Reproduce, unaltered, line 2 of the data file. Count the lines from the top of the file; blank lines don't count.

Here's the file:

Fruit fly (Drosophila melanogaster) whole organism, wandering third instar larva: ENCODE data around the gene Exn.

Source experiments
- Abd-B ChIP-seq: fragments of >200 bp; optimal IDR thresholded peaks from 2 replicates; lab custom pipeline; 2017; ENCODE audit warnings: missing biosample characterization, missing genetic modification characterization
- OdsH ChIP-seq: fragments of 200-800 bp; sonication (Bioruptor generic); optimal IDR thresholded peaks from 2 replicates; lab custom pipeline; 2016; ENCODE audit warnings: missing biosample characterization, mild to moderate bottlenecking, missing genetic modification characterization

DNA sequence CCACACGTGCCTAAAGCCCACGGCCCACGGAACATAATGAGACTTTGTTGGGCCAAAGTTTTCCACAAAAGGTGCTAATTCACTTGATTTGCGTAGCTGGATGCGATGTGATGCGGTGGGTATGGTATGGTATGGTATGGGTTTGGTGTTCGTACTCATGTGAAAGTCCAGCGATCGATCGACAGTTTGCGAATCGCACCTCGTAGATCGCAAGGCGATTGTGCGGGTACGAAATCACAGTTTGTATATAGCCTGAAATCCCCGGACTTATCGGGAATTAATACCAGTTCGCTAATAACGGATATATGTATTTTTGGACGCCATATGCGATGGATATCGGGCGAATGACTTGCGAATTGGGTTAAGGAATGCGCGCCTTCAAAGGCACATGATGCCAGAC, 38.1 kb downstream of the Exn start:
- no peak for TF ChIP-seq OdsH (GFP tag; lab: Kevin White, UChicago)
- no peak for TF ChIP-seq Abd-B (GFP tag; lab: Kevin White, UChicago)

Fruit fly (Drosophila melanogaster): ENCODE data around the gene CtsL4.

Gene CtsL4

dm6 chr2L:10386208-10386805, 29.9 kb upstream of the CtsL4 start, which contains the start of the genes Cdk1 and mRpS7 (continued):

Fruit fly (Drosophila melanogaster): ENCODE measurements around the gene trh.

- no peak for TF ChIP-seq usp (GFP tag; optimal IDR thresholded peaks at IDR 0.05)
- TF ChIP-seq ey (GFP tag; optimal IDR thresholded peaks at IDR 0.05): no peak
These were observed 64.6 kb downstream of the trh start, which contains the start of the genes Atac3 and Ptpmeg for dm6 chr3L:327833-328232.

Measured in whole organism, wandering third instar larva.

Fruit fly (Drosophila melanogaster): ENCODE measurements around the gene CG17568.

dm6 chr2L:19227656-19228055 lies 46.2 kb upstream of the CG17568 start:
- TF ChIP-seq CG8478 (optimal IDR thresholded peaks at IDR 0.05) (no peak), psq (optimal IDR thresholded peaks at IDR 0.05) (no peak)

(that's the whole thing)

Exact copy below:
Source experiments